On April 22, 1987, my mother was rushed to Interfaith Medical Center, situated on the outskirts of Crown Heights in Brooklyn. My mother was new to this country, without anyone to guide her about things like where to give birth to her firstborn, me. She claims I was the only white baby in the nursery. Decades later, I would discover that this, the place in which I was born, would be the only aspect of interfaith in my parents’ lives.
In the ultra-Orthodox Hasidic community I grew up in, racism is a common aspect of life. It is seen as necessary in order to maintain the separation from goyim, or gentiles, and uphold the status of chosen nation (and as Hasidim, chosen Jews). As young children, we were educated about the horrors of the gentiles, who were out to destroy the pious Jews. ”In every generation,” we read aloud each Passover, “they [the other nations]stand ready to destroy us.” We are further taught that Esau, who symbolizes gentiles, forever hates Jacob, the Jewish nation.
As a young child I accepted what I was taught about the outside world without question. My exposure to non-Jews was limited to the few words I exchanged with the old Polish woman with the tattered kerchief on her head who cleaned our house once a week, and to passing by our black neighbors on the streets of Crown Heights. Any interactions with people outside the community were nonexistent — and unnecessary — since everything we ever needed was accessible through other Hasidic Jews just like us.
As a female I was taught to think, act and appear modest and demure at all times, hidden behind a mechitzah, the partition in the synagogue, and by layers of clothing wherever I went. I couldn’t talk or interact with boys past preschool, sing around men once I turned 12 or learn the intricate Jewish texts like the males in my family did.
My friends and family thought of our community as a safe, supportive and comforting little world. As I grew older I found it restricting, confining and controlling. I had many questions about our way of life that I was not allowed to ask.
At 18 years old I married the first man to offer me a ring. We moved to another Orthodox community, a 15-minute drive away from my childhood home. My husband was observant but not Hasidic. This was my rebellion.
But marriage, even to a non-Hasid, did not work as a means of escape. Five years after our wedding, I found myself separated and back in my parents’ house with my 2-year-old daughter. That first year back at home was a difficult adjustment period for all of us — only I didn’t want to adjust. I felt like I was being forced to return to an environment I had already escaped from, one in which I had never truly belonged.
The next few years were a journey of exploration and discovery for me. I was forced to figure out on my own where I stood. I got myself into therapy. I read more. I researched more. And I became bolder in my beliefs and in my thinking for the first time in my life. I remember discovering the works of Chimamanda Ngozi Adichie, who writes about Nigeria and racism. Though all my close relationships were still with other Orthodox Jews, I was starting to think that maybe there were good people outside our world, even if they didn’t look like us. After all, they got up for me on the subway, and helped me carry heavy bags. Though they didn’t do a mitzvah by giving charity, visit the sick or invite guests the way we did, they still did all those things. Though they didn’t go to other ends of the world in order to do Jewish outreach, like many in the Chabad community do after marriage, they did things like send doctors, clean water and money to starving children in Africa.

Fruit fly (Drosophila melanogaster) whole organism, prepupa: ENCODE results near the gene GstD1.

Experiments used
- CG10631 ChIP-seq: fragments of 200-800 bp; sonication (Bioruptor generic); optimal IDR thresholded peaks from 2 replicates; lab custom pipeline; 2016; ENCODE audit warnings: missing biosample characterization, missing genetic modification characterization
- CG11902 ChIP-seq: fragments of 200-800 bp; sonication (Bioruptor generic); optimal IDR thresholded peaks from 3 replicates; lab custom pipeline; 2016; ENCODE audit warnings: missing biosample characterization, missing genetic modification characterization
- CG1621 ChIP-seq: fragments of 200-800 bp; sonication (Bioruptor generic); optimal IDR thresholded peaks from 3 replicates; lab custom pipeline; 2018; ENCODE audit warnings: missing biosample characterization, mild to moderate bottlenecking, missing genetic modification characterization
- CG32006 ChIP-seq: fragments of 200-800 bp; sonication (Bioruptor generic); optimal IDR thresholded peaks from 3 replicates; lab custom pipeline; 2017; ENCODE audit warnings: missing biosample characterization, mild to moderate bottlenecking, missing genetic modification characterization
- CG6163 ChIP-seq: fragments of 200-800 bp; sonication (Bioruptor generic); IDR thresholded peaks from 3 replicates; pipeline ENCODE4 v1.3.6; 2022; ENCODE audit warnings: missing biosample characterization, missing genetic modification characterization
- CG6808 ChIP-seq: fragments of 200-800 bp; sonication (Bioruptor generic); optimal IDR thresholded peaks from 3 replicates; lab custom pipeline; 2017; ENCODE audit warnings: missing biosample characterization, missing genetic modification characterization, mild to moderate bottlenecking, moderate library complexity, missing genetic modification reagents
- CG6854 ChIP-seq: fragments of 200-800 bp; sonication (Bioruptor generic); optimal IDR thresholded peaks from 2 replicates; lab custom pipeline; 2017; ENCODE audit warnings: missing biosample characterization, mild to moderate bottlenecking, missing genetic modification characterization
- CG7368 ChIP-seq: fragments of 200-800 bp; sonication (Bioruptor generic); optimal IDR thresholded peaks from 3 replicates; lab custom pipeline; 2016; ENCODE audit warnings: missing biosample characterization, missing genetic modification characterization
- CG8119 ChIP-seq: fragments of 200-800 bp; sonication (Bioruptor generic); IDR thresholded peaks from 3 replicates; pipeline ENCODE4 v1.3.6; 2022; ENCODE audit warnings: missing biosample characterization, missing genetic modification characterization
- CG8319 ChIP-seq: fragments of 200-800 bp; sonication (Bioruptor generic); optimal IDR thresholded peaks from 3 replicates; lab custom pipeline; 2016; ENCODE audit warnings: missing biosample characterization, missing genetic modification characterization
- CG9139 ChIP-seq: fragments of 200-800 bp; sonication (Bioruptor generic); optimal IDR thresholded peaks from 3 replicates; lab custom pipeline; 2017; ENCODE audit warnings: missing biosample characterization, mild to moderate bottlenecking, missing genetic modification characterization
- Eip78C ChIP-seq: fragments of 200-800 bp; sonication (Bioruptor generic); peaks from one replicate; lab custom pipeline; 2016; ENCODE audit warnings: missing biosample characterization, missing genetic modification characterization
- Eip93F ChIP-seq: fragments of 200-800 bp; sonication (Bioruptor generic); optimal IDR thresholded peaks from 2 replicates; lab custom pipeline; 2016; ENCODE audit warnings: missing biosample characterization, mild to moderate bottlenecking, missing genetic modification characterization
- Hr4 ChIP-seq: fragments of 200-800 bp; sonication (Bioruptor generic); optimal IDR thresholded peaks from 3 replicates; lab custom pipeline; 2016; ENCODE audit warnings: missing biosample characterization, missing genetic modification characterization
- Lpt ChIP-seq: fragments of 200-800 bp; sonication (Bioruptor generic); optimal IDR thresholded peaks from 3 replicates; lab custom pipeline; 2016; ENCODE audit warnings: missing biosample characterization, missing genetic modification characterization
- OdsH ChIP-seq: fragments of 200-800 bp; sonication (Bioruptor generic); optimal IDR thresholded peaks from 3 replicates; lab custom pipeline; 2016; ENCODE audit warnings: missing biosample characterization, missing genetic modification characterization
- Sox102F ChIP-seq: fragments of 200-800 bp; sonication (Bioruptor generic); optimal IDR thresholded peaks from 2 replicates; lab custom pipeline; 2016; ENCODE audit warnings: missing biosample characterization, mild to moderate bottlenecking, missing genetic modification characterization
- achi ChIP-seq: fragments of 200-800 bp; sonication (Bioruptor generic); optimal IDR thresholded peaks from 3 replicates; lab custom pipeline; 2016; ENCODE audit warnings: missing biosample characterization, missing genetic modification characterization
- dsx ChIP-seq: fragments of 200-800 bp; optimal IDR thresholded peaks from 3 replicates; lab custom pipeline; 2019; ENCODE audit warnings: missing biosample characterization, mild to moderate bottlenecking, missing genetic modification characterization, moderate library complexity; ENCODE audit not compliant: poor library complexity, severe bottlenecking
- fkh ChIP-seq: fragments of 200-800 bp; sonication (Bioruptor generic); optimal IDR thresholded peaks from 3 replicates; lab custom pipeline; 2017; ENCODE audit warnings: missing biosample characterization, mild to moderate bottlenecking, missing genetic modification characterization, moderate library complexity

At home, nothing had changed. Goyim were out to get us. Black people were referred to as “shvartses” at best, “animals” at worst. When my family sat around the table during the Sabbath, the word “shvartse” was tossed around freely, about the neighbors, the rude policewoman or the throngs of people at the West Indies Parade near our home.
One Friday night, my mother and I were arguing about something or other with the whole family seated around the table. At one point, my mother burst out and said, “It’s no wonder why you are the way you are; you were born at Interfaith.”
It took me a moment to understand what she was getting at. The realization made me laugh and sputter with shock. “Why I am the way I am,” I repeated. “And what way is that?”
“You know,” she said. “On a different path than the rest of us.”
I asked her what would have happened if I had been born in Maimonides, a predominantly Orthodox Jewish hospital where the rest of my five siblings were born, and she replied, sounding sad, “Maybe you would have turned out differently.”
Her message was clear: You were tainted by the mere presence of people who don’t look like us. Somehow, the tumah, or unholiness and impurity, of the black babies surrounding me, seeped into my neshamah, my soul, and tainted it forever.
I find it hard to believe that this is what our religion is supposed to be about — complete intolerance for anyone who isn’t Jewish, where skin color and religion determine your worth as a human being. Perhaps we’re looking at it wrong. Perhaps what is written in our Torah, “Love thy neighbor/friend as thyself,” does not mean to love only those Jewish neighbors who look and behave the way that we do — but rather, to love our other neighbors, those who are different, in the very same way.
Shaindy Urman is a freelance writer living in Brooklyn.